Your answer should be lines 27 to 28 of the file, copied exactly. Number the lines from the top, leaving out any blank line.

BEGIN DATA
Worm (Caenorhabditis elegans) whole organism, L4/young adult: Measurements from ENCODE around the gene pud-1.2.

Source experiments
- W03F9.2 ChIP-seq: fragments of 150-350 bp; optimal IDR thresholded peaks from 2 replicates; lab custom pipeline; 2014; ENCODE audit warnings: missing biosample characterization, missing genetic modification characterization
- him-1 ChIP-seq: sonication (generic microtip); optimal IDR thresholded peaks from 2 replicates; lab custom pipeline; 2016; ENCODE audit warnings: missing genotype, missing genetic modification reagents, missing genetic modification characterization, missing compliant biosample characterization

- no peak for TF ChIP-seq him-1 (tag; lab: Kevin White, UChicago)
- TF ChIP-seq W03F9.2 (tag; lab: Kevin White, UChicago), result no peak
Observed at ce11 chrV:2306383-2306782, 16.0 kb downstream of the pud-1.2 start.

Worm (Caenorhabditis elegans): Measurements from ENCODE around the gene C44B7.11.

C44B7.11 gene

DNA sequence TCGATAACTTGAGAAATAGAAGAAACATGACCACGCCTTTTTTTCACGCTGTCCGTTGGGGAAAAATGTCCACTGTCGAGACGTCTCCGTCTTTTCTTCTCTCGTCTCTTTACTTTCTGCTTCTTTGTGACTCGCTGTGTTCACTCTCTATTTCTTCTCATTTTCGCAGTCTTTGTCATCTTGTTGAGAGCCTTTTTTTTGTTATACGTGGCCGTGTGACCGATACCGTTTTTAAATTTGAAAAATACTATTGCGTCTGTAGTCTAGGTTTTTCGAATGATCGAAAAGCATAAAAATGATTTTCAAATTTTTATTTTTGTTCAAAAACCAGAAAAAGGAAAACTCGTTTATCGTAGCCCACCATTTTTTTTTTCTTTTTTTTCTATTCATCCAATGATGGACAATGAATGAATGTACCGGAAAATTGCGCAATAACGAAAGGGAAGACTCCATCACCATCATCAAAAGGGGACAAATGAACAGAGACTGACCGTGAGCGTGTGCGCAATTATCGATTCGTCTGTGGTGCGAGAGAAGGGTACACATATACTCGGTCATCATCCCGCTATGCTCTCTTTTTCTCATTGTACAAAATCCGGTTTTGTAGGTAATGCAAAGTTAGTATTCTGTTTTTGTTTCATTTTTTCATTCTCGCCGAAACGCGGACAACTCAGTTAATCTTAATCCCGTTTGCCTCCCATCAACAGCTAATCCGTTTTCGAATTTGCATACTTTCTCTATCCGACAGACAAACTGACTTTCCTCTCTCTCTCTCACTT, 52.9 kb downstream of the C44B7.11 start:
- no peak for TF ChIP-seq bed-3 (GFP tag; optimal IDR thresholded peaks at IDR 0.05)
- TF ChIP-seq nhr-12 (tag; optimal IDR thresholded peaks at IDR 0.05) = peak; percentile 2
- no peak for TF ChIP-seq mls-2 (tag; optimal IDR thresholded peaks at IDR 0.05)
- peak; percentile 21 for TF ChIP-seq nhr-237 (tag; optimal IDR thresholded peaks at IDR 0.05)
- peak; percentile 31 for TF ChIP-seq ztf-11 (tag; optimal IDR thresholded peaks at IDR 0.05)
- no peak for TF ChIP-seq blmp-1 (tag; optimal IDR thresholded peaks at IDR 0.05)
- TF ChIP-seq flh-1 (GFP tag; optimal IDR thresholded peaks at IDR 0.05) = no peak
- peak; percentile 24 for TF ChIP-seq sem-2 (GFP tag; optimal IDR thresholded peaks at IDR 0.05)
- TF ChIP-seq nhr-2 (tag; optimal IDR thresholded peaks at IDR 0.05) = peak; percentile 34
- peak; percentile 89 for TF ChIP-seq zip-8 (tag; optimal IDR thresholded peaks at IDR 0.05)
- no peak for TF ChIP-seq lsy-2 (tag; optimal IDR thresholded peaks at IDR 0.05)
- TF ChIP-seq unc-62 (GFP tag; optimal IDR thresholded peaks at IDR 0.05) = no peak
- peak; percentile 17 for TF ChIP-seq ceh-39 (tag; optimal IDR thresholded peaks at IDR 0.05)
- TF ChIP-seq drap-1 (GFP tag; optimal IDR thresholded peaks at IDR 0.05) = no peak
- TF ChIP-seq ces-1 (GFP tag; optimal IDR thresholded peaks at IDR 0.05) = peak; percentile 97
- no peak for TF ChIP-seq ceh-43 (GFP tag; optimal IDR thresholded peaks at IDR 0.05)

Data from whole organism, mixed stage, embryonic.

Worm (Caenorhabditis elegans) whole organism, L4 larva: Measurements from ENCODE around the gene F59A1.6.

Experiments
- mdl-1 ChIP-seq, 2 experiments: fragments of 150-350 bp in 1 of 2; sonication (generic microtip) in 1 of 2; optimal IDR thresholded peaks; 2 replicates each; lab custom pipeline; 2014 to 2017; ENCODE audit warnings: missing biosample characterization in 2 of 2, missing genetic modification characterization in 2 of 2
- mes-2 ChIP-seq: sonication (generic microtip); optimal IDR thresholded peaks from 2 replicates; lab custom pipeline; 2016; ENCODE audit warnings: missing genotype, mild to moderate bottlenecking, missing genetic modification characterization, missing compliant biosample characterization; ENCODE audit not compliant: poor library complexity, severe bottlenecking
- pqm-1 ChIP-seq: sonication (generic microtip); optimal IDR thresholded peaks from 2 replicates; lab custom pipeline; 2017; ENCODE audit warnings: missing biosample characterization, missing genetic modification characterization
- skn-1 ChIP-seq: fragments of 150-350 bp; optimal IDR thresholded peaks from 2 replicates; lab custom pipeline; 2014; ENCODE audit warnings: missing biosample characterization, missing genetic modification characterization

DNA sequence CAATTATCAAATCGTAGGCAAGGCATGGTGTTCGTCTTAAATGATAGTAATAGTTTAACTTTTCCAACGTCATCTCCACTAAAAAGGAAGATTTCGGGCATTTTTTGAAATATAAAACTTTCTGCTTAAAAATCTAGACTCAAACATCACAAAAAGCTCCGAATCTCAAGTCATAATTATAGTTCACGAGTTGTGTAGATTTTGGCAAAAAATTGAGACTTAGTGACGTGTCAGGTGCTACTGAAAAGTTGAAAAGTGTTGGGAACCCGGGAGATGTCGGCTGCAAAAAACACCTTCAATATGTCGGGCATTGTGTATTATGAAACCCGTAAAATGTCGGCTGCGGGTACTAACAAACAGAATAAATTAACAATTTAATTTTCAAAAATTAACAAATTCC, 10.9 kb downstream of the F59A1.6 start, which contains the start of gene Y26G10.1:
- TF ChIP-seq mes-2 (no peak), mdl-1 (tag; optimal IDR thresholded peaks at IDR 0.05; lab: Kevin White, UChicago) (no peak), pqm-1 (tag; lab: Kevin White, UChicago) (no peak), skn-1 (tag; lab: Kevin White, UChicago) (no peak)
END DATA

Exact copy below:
Data from whole organism, mixed stage, embryonic.

Worm (Caenorhabditis elegans) whole organism, L4 larva: Measurements from ENCODE around the gene F59A1.6.